The veggies in Rome


By 3 am, the passengers’ lounge at Rome’s Fiumicino airport resembled the UN General Assembly about to discuss a global crisis. A flash strike by Al Italia’s ground crew had grounded thousands of passengers.

The South Koreans talked in hushed tones eyeing the grim- faced North Koreans parked nearby; the Poles poked fun at the Germans huddled to discuss Die Krise, the crisis; while we cool South Asians, (three Pakistanis and I) engaged in CBMs (Confidence Building Measures), arguing fiercely about the original Muslim names of Bollywood stars like Madhubala, Ajeet, Meena Kumari and Johnny Walker.The Pakistani trio had arrived from Oslo, and I from Stockholm, to catch the Al-Italia flight to Bombay.

A polyglot of curses ranted the air as announcements of flight delays were heard. Soon a Swede named Rolf, off to Pune, joined us. He suggested we moved to a quieter corner for a shuteye, and we found comfortable sofas to sprawl on. And before one could say Jack Robinson, the six-foot-six Baloch Chakka Khan was snoring away on a sofa near me. With the help of a few swigs from my hip-flask, I dozed off, but not for long.

I felt something brush against my cheek and I noticed a military cop pointing a torch beam into Chakka’s open mouth. I swung my legs out and knocked off the Italian. He fell on Chukka, who woke up shouting a 17-syllable oath in Balochi. The next thing I saw was the airborne cop hitting the deck hard, and his cap-badge landed in my lap. To avoid any further involvement in the Pak-Italian galata, I slipped into the nearest cesso (impolite Italian for loo).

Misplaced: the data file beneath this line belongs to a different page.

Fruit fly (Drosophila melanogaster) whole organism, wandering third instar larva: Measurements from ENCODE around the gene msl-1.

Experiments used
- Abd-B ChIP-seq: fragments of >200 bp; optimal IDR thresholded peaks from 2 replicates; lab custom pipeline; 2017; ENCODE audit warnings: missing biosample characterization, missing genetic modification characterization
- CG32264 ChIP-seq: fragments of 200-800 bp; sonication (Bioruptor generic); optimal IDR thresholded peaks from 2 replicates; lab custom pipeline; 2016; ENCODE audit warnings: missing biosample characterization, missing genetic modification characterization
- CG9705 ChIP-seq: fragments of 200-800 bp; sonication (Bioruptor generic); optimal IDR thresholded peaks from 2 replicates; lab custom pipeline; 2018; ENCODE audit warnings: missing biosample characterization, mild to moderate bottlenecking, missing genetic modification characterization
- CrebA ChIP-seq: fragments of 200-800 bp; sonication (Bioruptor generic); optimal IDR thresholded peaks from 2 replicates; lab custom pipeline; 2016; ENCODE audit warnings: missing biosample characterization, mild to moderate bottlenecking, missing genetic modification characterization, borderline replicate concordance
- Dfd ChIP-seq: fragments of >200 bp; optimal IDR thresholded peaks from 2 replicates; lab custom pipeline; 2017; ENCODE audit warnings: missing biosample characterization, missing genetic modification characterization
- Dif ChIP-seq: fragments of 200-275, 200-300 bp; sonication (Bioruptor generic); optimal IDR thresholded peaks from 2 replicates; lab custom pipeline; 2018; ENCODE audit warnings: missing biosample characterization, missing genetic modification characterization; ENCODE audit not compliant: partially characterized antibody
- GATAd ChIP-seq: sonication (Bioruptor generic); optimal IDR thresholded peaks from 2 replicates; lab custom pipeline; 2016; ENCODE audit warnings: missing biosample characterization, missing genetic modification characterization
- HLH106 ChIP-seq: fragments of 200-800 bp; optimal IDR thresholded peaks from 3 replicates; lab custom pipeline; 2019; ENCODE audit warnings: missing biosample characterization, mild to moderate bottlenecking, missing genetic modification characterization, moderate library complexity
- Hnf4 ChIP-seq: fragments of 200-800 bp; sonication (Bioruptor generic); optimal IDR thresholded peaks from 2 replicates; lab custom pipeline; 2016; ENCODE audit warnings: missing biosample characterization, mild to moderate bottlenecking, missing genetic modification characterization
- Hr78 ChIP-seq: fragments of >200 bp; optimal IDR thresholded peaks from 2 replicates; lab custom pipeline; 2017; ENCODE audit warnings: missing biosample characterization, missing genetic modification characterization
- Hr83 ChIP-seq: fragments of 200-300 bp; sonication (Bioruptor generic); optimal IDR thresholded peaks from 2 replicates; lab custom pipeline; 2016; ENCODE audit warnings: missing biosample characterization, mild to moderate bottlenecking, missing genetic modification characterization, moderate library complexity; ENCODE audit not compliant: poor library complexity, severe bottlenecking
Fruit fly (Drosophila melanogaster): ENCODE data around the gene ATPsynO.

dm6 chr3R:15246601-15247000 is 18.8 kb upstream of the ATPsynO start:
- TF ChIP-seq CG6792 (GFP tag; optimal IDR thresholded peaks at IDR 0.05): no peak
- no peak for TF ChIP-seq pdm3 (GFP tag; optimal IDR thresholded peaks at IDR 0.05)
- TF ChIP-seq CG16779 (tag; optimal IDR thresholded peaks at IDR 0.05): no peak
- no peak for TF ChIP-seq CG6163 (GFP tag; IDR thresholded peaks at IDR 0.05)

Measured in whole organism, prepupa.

I peeped out of the cesso to see the two switched to the bhai-bhai mode. Apparently, the cop was a keen paramedic who wanted to see how a giant’s tonsils behaved while snoring. “Scusi signori, scusi,” the same fellow at the gate was shouting to us, “Mangi mangi (eat eat). Coupons.” Rolf quickly collected the coupons, and we trooped into the food zone.

Rolf stopped midway, and said, “Look folks, I’m a veggie. This counter serves non-veg, so I’m off to the veg counter.” “We also,” we said in unison. We were about to finish the meal when a missus from the catering, bearing five dessert cups on a tray, approached us and said, “From Signor Tonni. Something sweet for you.” And she pointed at the familiar cop, at the gate who waved gleefully at us. Rolf grabbed his share. One spoon down the hatch, his face changed like a traffic light. He read the fine print and said, “This contains pork.”

“La haul Wa La Quwata...” the two Lahoris intoned in Arabic, and Chakka Khan roared. He pulled out a curved dagger from under his kurta and lunged towards the gate where Tonni and the missus were chatting. When the two noticed a dagger coming towards them, they took to their heels. Fiumicino’s sirens wailed and the chaser and the chased disappeared into the Boarding zone. After a very long wait, we deputed Rolf to find out what had happened to Chakka.

“He is on his way to Tel Aviv,” Rolf announced. “What! But he was not travelling to Israel,” the Pakistanis contended. “True my friends,” Rolf said, “those two ran for their lives and entered an aerobridge connected to an Al-El flight about to shut the door for departure. As Chakka dived into the jet after Tonni and the dame, the sky marshals inside bundled him into a toilet. They let go Tonni & Co. And the El-Al took off. ‘I cannot hand over the dangerous man to you,’ the pilot told the ATC, ‘he has been nabbed on my deck with a weapon; he will be tried in Tel Aviv. Arrivederci!’” 

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